We recommend using a fade-in effect to add a smooth visual transition once images are ready to load. Fade In is disabled by default since you might be using other transition effects on your end. Here’s how you enable the option:

  pubkey: 'YOUR_PUBLIC_KEY',
  fadeIn: true

Lazy loading

Lazy-loading is enabled by default. You can explicitly turn it off or customize the behavior.

There are two configurable parameters: “batch interval” and “batch size.” When your page visitors engage in scrolling, our AD Library starts fetching images in batches. “Batch size” defines the number of images for a single fetch, while “batch interval” sets the interval between loading batches, in milliseconds.

If you have many images laid out in a grid, we recommend setting batchSize to 10. If there are one or two images per screen, batchSize should be kept smaller. For batchInterval, it’s vice-versa. You can tweak the parameters to find an optimal combination for your layout or stick with the defaults.

If you’re implementing a different lazy-loading mechanic, you can switch off the option by setting lazyload to false:

  pubkey: 'YOUR_PUBLIC_KEY',
  lazyload: true, // true by default
  batchInterval: 250, // 250ms by default
  batchSize: 10 // 5 by default

Before-render hook

Implementing the before-render hook is an efficient way to add a custom UI logic for each image. The function is applied to every image and gets triggered right before it’s ready to render. You can add or remove CSS classes, configure overlays, etc.

  pubkey: 'YOUR_PUBLIC_KEY',
  beforeRender: function (node) {
    // node is a DOM element of the rendered image

    // add special effects or remove preloading overlays

Progressive loading

We noticed that users prefer using a fade-in transition rather than progressive loading. Hence, progressive loading is disabled by default. You explicitly enable the behavior by stating progressive: true:

  pubkey: 'YOUR_PUBLIC_KEY',
  progressive: true


Fallback is enabled by default and supports reliable image loading regardless of any conditions. Initially, we serve optimized images from our CDN, and if something goes wrong (unexpected image source, for instance), we render your original image.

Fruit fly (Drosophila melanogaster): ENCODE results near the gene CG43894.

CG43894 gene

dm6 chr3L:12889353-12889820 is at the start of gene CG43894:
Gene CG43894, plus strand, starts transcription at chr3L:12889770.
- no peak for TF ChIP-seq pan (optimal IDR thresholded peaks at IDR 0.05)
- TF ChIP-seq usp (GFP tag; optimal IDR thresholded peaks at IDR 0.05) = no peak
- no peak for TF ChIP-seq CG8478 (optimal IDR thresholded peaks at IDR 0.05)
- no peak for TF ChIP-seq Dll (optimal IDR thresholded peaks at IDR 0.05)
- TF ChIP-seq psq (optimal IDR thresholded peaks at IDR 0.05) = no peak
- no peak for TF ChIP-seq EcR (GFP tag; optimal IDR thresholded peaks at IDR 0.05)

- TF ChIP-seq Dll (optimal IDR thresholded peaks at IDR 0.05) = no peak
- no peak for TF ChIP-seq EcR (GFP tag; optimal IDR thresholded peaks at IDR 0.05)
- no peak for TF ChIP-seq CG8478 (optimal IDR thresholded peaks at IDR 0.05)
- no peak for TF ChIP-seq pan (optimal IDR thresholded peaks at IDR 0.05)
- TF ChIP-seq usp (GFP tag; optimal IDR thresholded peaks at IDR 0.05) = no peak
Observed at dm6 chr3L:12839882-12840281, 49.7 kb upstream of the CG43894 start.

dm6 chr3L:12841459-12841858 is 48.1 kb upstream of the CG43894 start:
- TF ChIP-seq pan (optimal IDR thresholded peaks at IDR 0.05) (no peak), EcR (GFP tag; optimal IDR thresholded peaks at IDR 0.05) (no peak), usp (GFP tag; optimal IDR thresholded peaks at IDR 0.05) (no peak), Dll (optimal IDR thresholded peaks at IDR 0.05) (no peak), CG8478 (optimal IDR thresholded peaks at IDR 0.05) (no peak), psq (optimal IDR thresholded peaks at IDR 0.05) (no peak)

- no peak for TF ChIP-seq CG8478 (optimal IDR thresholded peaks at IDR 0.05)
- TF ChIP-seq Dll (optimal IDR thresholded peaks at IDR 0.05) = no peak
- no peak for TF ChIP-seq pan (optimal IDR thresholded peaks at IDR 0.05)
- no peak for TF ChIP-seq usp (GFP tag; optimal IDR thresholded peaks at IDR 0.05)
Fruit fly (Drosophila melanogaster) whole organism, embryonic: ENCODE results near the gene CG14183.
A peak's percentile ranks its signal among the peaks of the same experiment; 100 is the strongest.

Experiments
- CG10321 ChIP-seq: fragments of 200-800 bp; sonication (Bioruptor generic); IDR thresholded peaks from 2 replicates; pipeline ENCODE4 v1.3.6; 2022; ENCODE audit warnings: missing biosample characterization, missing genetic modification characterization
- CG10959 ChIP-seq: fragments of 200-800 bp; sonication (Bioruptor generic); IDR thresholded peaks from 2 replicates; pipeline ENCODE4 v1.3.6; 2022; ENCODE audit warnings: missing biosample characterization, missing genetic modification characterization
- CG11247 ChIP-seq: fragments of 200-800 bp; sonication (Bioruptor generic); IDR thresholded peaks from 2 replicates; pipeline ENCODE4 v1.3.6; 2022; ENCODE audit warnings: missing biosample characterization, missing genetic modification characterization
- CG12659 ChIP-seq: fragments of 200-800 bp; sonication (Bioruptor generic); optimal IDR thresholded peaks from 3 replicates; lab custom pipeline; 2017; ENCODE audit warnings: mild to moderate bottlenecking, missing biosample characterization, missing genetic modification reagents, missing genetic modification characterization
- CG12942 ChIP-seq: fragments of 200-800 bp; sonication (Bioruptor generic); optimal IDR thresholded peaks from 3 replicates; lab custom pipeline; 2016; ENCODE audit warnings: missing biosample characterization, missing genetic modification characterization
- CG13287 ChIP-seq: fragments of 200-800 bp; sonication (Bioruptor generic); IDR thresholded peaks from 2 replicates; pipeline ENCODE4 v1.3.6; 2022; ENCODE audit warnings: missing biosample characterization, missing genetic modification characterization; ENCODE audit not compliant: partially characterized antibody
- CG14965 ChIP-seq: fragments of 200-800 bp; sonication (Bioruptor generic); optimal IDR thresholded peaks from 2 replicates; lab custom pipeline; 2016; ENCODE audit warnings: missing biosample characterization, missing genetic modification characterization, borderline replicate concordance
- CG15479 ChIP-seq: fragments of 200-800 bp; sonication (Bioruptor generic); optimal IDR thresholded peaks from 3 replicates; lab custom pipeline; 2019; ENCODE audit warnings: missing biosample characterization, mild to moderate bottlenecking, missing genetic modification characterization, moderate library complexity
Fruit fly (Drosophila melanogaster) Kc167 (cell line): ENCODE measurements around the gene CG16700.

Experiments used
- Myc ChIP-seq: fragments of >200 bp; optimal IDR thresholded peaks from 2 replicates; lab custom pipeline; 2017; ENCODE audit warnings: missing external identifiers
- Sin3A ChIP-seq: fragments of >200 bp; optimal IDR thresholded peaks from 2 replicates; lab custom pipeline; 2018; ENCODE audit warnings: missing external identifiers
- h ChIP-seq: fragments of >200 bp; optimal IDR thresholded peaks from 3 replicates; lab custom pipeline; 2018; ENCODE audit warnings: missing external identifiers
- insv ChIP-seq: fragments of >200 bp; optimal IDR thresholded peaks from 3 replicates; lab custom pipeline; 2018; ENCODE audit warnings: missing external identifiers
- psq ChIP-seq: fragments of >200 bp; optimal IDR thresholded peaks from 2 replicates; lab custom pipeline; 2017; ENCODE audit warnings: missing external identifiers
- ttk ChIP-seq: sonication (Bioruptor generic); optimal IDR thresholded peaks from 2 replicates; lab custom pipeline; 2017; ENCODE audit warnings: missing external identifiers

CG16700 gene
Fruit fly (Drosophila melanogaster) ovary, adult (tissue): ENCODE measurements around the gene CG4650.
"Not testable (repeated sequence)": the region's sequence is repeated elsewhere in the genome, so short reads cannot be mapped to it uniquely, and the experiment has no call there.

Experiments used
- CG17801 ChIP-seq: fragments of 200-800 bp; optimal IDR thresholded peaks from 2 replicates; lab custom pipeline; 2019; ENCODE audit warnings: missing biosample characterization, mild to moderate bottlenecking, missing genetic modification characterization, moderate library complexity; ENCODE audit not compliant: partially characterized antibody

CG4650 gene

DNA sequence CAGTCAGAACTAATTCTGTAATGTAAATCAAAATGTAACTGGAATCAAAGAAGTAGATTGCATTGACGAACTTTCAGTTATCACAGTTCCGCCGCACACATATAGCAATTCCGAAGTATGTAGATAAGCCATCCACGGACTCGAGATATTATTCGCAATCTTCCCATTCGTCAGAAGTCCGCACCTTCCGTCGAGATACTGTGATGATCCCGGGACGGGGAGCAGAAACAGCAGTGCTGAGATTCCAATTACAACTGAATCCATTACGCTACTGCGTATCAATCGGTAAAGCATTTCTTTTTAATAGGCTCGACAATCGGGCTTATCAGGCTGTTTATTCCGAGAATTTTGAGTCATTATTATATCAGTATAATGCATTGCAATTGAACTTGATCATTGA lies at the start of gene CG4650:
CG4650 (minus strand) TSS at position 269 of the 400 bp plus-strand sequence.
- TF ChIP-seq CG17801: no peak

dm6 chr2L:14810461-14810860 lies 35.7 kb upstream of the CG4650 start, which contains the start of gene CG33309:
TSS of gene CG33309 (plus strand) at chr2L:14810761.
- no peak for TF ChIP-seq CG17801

Fallback is also automatically activated when you use fadeIn or beforeRender.

Setting fallback to false disables the behavior:

  pubkey: 'YOUR_PUBLIC_KEY',
  fallback: false // true by default

Custom CNAME


Specify your custom CNAME in the cdnBase option. When empty, it's set to by default.

  pubkey: 'YOUR_PUBLIC_KEY',
  cdnBase: ''


Specify your custom Endpoint for Proxy in the host option, which is by default.

When you use host, there's no need to specify pubkey.

  host: ''

Extra-large images

The output image size limit delivered with CDN is 3000 px in either dimension. JPEG images can be resized up to 5000 px. For that, you need to set the image format explicitly.

Adaptive Delivery will resize an image up to 5000 px automatically, when:

  1. data-blink-src has a file extension jpeg or jpg (case-insensitive). For example,
  2. data-blink-format is auto or jpeg. When you set webp:true (default), auto is set implicitly.

Workaround: to have PNG and WEBP image formats up to 5000 px on delivery, rename files so that they have a jpeg file extension (even though they're not). However, the alpha channel will be lost.


You can add additional Image Transformations within Adaptive Delivery to serve both optimized and enhanced images. There are two ways to add Image Transformations:

  • Inline a set of transformations in a single data-blink-ops attribute.
  • Add individual transformations via corresponding data attributes.

Here’s an example of using data-blink-ops with its syntax similar to inline CSS:

  data-blink-ops="filter: nerion; enhance: 15; mirror"

If you decide to go with individual data attributes, the above example can be rewritten in the following way:


Note, Adaptive Delivery JS Library adds resize, format and quality automatically. We don’t recommend changing the behavior, since we calculate the transformation parameters based on the user context.

Applying image transformations for adaptive delivery differs from our regular URL directives approach. However, we support most of the image processing operations with the same limits.

List of image transformations

Resize and Crop


blink›preview: :two_dimensions

Reduces an image proportionally for it to fit into the given dimensions in pixels. If dimensions are not specified, we use the default value of 2048x2048 pixels.


blink›resize: :one_or_two_dimensions

Resizes an image to fit into the specified dimensions. With just a single linear dimension specified, preserves your original aspect ratio and resizes an image along one of its axes.

Change resize behavior

blink›stretch: :mode

Sets the resize behavior when a source image is smaller than the resulting dimensions. The following modes can apply:

  • on — stretches an image up, the default option.
  • off — forbids stretching an image along any dimension that exceeds image size along any of its axes.
  • fill — does not stretch an image, the color-filled frame is rendered around instead, the default fill color is used.
City skyline image
preview: 160x160
resize: 220x
City skyline image not stretched
preview: 160x160
stretch: off
resize: 220x
City skyline image, tretched with a background fill